Xenoglossophobia—fear of foreign languages—is a communicable, but curable, disease.
“Speak American! You’re in America now.” I’ve heard this more than once from total strangers who’ve heard me speak in Spanish to someone else.
The first time it happened, the rudeness and ignorance of such a statement left me speechless. I didn’t know what to say, but by the second time, I had my comeback ready: “Do you mean Navajo? Dakota? Choctaw? Nahualt? Sorry. Wish I could, but I only know two European languages: English and Spanish.” That always leaves them speechless.
In many other countries, speaking more than one language is a matter of fact or necessity, but is always seen as a valuable social and professional asset.
Americans are notorious for their negative or dismissive attitude towards foreign languages. Many think everyone in the whole wide world should speak English, and forget all that other mumbo-jumbo.
This cultural arrogance can be costly. After September 11, I remember reading several newspaper stories about piles of Al-Qaida-related intelligence intercepts waiting to be translated, but the intelligence agencies did not have enough Arabic translators to handle the job.
Six years later, and in the middle of two wars, the shortage of translators continues to be a deadly problem.
Why are monolingual Americans so averse to embracing foreign languages? Some of the reasons, as you can see in the list of Top Ten Clues included here, may be amusing, but in fact fear of foreign languages is a serious matter.
But there is good news. Although xenoglossophobia is an actual disease it can be conquered, according to The Phobia Clinic, which treats 1,300 different kinds of phobias, and whose team of “board-certified experts can help you live free of Fears, Phobias & Anxiety–in just 24 hours."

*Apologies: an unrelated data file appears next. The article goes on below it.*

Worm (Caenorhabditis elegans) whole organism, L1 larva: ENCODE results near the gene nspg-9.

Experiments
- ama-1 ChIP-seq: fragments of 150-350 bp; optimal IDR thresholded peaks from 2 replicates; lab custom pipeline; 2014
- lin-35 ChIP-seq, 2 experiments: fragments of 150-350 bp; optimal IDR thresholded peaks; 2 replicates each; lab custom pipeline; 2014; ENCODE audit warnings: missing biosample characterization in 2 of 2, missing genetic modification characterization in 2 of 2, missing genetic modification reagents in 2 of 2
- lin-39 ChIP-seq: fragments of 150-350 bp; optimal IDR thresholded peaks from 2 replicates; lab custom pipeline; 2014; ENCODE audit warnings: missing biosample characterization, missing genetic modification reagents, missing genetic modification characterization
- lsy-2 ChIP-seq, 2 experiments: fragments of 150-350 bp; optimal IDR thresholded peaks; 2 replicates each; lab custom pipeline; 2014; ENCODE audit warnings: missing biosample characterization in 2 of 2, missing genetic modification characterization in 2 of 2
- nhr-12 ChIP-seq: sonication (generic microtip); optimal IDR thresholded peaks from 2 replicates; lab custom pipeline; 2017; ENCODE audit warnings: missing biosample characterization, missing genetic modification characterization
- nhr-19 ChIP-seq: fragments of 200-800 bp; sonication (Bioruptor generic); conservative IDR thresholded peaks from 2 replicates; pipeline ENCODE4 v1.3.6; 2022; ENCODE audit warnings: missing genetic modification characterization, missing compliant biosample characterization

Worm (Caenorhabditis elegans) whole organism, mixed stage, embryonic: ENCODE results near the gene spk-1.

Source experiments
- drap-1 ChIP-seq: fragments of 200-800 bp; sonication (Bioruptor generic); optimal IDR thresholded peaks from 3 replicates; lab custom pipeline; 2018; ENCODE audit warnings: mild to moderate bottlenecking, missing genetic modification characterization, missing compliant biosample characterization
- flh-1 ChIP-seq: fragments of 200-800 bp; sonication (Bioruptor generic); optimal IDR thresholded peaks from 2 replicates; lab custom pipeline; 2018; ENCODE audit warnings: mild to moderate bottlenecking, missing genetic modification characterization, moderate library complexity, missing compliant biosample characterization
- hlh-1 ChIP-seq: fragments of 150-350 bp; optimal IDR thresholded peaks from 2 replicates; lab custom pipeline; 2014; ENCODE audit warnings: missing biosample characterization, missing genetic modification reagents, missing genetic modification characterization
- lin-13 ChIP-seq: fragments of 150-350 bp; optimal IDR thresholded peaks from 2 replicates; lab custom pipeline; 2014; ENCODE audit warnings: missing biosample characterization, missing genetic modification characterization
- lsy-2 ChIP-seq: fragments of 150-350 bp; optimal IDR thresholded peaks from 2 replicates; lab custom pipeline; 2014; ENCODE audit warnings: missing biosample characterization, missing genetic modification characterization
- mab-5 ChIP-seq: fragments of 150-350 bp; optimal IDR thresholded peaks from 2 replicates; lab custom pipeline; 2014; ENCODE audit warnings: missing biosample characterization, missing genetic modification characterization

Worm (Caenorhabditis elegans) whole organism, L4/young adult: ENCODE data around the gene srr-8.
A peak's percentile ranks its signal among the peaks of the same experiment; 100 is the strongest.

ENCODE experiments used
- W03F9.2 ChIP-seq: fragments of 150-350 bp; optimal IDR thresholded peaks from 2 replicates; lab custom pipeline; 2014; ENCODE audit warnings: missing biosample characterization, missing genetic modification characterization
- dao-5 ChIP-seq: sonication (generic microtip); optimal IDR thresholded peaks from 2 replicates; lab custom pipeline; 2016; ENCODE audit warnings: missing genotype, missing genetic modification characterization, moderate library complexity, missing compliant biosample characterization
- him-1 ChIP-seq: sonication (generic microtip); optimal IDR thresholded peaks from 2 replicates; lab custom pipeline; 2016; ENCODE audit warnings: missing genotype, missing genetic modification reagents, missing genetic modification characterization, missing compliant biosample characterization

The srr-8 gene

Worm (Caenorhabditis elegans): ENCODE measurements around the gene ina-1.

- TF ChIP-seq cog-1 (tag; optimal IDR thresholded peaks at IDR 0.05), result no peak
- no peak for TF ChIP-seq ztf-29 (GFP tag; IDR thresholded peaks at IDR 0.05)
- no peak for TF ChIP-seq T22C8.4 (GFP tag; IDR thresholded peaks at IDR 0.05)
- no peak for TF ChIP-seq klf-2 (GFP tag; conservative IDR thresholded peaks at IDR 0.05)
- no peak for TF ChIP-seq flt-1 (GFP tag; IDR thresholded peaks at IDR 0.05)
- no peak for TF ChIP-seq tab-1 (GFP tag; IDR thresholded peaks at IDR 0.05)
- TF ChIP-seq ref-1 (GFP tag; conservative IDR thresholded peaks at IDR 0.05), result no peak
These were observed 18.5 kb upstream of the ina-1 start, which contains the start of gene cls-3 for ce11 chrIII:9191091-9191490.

Go to their website, www.changethatsrightnow.com, look in the phobia list for “xenoglossophobia” and test yourself. Even if you are a bilingual American you may suffer from this ailment. Nobody is immune.
A couple of years ago I was buying my newspaper at a candy store in East Harlem. A Puerto Rican old-timer was ahead of me, waiting to pay for a soft drink. He was growing impatient because the two Pakistani shopkeepers behind the counter were chatting with each other in Urdu.
Finally, he exploded and said in Spanish: “¡Hablen inglés, que están en América!” (Speak English! You are in America.")
And that, I swear is a true story.
TOP 10 CLUES
To Why So Many Americans Are So Paranoid, Confused, Turned-Off
And Generally Discombobulated About Languages
10. They believe it’s necessary to amend the Constitution to know for sure which is their official language
9. They think English is an American language.
8. Whenever they hear people speaking in another language, they fear we are talking about them.
7. They hate foreign films because they can’t read English subtitles fast enough.
6. They think San Francisco, Los Angeles, San Diego, San Jose, Santa Barbara, Colorado, Nevada, Florida and Arizona are just names on a map.
5. They think it’s OK to sell toilet paper and corn flakes to ethnic Americans in their languages of origin, but not OK to have bilingual education or voting ballots in those same languages.
4. They think the American Dream can be dreamt in English only.
3. They believe Pig Latin is a classic language.
2. They say “Pardon My French” after they curse.
And the Number 1 clue to why so many Americans are so paranoid, confused, turned-off and generally discombobulated about languages is:
It is all Greek to them!
Published March 14, 2007
New York Daily News/VIVA section